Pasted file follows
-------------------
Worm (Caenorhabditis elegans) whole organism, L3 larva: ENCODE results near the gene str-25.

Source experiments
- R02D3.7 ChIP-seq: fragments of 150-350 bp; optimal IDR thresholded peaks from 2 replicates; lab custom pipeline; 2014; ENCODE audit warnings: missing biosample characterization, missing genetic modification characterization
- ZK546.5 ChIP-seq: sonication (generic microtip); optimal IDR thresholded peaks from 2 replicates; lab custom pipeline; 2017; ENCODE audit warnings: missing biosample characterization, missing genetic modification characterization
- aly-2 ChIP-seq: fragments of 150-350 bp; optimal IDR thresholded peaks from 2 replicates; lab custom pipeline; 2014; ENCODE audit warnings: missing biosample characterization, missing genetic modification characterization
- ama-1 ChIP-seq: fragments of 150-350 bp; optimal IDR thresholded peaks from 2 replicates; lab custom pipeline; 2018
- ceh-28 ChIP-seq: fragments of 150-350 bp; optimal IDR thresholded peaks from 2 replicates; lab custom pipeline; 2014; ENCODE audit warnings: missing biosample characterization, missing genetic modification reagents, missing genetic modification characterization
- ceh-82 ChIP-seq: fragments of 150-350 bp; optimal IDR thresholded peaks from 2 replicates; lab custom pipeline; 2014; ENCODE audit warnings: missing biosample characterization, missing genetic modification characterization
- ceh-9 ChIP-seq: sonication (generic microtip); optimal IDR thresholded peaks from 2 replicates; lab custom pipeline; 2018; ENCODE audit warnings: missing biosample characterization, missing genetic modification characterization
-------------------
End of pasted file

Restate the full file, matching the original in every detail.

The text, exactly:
Worm (Caenorhabditis elegans) whole organism, L3 larva: ENCODE results near the gene str-25.

Source experiments
- R02D3.7 ChIP-seq: fragments of 150-350 bp; optimal IDR thresholded peaks from 2 replicates; lab custom pipeline; 2014; ENCODE audit warnings: missing biosample characterization, missing genetic modification characterization
- ZK546.5 ChIP-seq: sonication (generic microtip); optimal IDR thresholded peaks from 2 replicates; lab custom pipeline; 2017; ENCODE audit warnings: missing biosample characterization, missing genetic modification characterization
- aly-2 ChIP-seq: fragments of 150-350 bp; optimal IDR thresholded peaks from 2 replicates; lab custom pipeline; 2014; ENCODE audit warnings: missing biosample characterization, missing genetic modification characterization
- ama-1 ChIP-seq: fragments of 150-350 bp; optimal IDR thresholded peaks from 2 replicates; lab custom pipeline; 2018
- ceh-28 ChIP-seq: fragments of 150-350 bp; optimal IDR thresholded peaks from 2 replicates; lab custom pipeline; 2014; ENCODE audit warnings: missing biosample characterization, missing genetic modification reagents, missing genetic modification characterization
- ceh-82 ChIP-seq: fragments of 150-350 bp; optimal IDR thresholded peaks from 2 replicates; lab custom pipeline; 2014; ENCODE audit warnings: missing biosample characterization, missing genetic modification characterization
- ceh-9 ChIP-seq: sonication (generic microtip); optimal IDR thresholded peaks from 2 replicates; lab custom pipeline; 2018; ENCODE audit warnings: missing biosample characterization, missing genetic modification characterization